The article aims to establish a relationship between the various Urban Design theories. Every theory has a different approach towards the built environment and public space. Being these theories situated at different time intervals and period in the history, they had a different implication on the cities which were being constructed. Some of the theories such as the functional theories had a very modernist top-down approach whereas others such as the various social theories have a comparatively bottom-up approach. Post-modernism brought about a wave of modernist ideas that were implemented in the cities without looking at the context. Such planned cities went under a massive decline. So, looking at such examples and theories in further understanding and synthesising the same with respect to the Indian context. By the end of the paper, a way forward for the future of Urban Design will be discussed on how and what we should focus on for the further developing cities and towns. Urban Design theories let us understand the timeline of how the practice began and how we started designing cities.
Beginning with the Functional theory, It marked with the idea of Garden cities which considered nature and the environment in it. Howard’s approach is much functional in terms of the quantification and drawing up laws and regulations that he did in the garden city model. His approach turned out to be beneficial for just one division of the city, who can afford such neighbourhoods. The city is not just about providing housing or transportation, it’s also about safety and “justice” which ultimately narrows down in today’s time to equity and equality amongst the stakeholders and users of the city,which I think Howard failed to incorporate or think about in his theory. He focused on the importance of uniform and organised settlement patterns which somehow neglects the idea and functioning of a free-market society. But, I liked the idea of cooperative community which was very important in the 19th century when the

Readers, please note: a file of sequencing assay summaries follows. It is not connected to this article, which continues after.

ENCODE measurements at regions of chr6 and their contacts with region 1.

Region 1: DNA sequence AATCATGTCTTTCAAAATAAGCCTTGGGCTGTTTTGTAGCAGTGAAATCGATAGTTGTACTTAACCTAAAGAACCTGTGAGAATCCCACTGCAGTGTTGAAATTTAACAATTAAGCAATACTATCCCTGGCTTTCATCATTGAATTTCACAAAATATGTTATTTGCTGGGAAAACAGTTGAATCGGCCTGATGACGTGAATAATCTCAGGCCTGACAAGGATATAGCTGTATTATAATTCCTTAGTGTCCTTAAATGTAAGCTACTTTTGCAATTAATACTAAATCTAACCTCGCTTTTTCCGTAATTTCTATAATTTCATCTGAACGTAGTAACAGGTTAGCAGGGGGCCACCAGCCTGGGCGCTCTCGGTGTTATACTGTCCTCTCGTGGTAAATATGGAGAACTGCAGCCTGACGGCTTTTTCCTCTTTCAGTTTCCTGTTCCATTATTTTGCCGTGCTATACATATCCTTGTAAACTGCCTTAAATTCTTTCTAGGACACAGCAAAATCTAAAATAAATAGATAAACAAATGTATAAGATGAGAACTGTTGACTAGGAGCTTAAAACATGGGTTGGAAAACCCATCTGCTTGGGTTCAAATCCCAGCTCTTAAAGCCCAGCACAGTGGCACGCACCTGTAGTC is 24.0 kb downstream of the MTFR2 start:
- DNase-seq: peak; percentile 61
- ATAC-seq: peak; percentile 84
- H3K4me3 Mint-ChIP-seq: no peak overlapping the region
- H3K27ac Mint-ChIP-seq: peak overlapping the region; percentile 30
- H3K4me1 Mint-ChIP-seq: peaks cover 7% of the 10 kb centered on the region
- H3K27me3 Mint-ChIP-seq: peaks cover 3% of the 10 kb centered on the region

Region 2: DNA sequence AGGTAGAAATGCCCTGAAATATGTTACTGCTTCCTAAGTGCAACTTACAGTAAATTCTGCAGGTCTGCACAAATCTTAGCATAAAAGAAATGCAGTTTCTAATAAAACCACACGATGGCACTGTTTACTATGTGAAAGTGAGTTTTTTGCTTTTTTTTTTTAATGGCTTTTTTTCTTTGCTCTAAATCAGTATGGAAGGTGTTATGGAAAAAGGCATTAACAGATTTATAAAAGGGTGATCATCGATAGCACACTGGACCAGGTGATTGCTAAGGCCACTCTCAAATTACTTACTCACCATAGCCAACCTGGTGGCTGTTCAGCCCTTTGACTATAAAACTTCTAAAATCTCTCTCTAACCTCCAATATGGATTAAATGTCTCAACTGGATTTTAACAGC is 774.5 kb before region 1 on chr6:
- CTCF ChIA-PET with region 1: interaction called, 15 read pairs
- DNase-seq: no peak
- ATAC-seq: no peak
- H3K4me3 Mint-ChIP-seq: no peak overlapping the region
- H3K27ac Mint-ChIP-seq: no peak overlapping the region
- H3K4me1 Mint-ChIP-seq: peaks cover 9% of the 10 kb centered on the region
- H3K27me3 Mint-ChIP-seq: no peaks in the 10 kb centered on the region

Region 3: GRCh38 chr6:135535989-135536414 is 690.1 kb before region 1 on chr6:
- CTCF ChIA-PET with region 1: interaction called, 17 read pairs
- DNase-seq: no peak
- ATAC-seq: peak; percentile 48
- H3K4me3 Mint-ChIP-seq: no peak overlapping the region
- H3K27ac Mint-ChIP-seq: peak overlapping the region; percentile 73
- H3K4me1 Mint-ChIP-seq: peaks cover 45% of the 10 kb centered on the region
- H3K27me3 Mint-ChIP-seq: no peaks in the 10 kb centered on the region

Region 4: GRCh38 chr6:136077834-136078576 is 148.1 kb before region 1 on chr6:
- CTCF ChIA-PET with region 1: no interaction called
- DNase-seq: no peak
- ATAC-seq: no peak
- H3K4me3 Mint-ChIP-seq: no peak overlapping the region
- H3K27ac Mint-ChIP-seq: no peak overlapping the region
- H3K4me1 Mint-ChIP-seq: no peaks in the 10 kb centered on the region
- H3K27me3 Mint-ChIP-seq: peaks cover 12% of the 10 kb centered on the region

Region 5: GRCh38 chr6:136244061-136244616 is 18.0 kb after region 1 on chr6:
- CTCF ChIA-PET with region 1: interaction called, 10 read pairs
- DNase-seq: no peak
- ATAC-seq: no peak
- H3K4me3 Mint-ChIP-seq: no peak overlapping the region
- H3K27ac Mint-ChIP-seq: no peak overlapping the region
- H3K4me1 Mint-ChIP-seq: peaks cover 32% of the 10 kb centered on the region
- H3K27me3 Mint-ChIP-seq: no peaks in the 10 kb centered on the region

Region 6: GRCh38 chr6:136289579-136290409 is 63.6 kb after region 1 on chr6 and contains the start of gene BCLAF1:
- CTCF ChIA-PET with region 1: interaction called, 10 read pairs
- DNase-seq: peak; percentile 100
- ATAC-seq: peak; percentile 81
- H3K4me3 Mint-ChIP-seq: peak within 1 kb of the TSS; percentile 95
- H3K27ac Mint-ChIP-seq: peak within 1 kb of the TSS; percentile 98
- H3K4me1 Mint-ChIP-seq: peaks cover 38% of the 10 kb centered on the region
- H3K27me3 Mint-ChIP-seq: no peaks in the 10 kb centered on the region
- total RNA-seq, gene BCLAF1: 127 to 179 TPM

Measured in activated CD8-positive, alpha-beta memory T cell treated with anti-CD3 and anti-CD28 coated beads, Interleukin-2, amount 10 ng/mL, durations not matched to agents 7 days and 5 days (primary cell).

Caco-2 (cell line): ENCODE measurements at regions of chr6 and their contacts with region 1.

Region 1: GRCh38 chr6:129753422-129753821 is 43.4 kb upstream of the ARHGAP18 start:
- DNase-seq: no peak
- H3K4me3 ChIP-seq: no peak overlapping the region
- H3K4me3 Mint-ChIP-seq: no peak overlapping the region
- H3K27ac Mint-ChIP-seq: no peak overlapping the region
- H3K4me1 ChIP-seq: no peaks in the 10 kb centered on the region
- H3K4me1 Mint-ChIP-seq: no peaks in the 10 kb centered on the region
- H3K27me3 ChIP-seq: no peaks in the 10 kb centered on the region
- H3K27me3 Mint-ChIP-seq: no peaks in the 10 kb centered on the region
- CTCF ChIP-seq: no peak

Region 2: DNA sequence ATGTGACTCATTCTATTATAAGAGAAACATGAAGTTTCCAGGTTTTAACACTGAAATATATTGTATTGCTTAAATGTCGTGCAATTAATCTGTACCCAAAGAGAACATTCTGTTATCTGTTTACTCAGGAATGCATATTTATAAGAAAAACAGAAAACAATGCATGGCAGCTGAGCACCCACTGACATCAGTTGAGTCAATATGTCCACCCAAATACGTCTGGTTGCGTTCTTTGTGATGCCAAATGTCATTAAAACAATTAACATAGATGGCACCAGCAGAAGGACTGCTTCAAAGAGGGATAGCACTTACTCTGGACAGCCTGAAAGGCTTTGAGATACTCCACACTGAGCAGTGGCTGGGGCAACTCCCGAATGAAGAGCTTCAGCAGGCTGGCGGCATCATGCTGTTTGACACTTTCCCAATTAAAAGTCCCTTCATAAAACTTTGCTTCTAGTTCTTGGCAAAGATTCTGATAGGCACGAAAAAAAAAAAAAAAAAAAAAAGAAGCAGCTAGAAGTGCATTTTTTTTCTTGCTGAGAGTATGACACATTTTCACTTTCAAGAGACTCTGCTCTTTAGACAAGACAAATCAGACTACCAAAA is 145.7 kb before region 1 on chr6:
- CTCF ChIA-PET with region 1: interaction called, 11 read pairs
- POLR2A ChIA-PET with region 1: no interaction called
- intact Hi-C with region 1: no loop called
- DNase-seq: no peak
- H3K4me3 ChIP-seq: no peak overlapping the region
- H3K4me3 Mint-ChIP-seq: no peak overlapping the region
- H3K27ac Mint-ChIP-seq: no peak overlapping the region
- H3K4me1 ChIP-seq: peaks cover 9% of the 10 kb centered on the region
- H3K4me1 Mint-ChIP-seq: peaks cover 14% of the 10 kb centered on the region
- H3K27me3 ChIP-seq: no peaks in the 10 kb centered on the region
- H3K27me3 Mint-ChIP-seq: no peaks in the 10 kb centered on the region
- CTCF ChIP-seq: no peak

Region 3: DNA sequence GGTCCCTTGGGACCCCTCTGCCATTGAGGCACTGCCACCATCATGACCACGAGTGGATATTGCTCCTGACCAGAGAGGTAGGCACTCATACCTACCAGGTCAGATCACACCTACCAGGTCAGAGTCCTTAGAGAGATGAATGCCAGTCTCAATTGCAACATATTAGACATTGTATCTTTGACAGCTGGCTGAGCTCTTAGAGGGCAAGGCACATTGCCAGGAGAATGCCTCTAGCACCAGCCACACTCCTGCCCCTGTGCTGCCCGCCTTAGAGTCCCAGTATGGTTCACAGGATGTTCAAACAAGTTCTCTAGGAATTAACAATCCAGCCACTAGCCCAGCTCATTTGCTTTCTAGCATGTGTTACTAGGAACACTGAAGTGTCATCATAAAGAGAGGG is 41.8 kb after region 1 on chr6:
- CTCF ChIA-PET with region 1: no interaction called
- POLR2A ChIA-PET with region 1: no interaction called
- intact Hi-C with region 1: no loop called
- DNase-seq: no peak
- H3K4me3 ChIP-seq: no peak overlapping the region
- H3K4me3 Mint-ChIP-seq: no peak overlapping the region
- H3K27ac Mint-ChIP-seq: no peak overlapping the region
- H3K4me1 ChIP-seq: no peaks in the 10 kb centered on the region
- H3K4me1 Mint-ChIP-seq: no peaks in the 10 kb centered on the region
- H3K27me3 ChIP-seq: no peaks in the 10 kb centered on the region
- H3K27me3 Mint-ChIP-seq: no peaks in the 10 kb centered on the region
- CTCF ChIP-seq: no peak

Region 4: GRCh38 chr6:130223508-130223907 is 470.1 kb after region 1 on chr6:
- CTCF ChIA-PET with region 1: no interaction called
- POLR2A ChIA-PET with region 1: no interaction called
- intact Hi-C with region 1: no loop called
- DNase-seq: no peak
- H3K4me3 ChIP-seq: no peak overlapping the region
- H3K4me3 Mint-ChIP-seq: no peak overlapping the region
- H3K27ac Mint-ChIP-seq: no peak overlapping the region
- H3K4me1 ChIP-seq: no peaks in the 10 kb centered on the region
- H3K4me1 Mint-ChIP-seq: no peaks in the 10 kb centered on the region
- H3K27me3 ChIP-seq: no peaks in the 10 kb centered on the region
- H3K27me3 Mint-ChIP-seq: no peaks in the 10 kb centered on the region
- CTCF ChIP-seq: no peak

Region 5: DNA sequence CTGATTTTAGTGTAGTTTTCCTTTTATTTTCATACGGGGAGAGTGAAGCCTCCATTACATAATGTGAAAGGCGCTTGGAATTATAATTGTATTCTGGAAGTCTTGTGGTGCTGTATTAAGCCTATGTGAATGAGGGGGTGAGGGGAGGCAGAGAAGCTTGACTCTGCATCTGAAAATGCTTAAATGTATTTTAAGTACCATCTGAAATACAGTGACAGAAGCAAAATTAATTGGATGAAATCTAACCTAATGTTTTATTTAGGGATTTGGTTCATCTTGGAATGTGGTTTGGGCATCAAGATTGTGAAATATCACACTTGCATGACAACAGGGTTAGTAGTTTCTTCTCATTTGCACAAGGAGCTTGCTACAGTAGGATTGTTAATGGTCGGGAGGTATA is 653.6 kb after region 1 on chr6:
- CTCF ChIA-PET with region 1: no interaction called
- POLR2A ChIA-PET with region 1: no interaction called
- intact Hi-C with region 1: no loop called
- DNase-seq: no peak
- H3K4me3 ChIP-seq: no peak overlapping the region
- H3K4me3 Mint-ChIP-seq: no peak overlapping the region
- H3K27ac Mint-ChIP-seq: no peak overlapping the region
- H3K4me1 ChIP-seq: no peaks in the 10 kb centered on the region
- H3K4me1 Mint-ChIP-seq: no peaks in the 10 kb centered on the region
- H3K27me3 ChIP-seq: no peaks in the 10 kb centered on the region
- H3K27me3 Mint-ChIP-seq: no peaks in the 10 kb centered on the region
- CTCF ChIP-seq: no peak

cities were going under a rapid modernisation phase. However, it could have worked better if thought or idea of subsidised housing for the economically poor would have put in.
Coming to Christopher Alexander who puts the art of city building in a more poetic way- “But as things are, we have so far beset ourselves with rules, and concepts, and ideas of what must be done to make a building or a town alive, that we have become afraid of what will happen naturally, and convinced that we must work within a “system” with “methods” since without them our surrounding will come tumbling down in chaos.” Yes, it is true that we have bounded ourselves with rules and limitations in the process of creating or developing something, but these rules exist with respect to the factors that affect the city’s growth or development. He however mentions correctly that the timeless way of building anything is about learning the discipline and then shedding it. And here, the discipline that we need to follow is to conserve and respect nature because of which we have been able to cease to exist individually. We, in the process of development and modernisation, are destroying nature which ultimately is affecting us backward in the form of Climate change. If you respect nature, nature will respect you and that is the discipline that is followed. This brings us to another link-up theory, which is the Image theory. We are constantly creating architectural wonders and beautiful gardens for aesthetics. In the process of creating these aesthetics, we have forgotten the real essence of why have we been building these cities.
Taking an example of Venice, which was made through a very functional approach and began to form as the main Port-land, but now it has become an image for the purpose of tourist attraction. The functionality of the city has been overpowered by the imagery of it. One of the reasons being, this image of the most beautiful city in the world is helping it to generate the economy in the city.
Why do we make a city? What is the purpose of making a city?
Social theory answers these questions in such a way that- a city is supposed to reflect the most vital condition of urbanism. It should be a system that can comprehendingly and comprehensively allow for multi-reactions. Cities today revolve around the idea of capitalism and urbanization. However, there are more aspects to fall back on. There are several other factors such as social inequality, crime, and social problems that need to be considered and well thought of. As David Harvey mentioned in the condition of post-modernity: “The life in the rural areas has tranquility but is dull, while the life in the city has variety and excitement but topped with fear of freedom.” I agree, that we live in cities of fear. And fear here ranges to a variety of conditions. You cannot live in a modern city without the fear of getting lost or being robbed.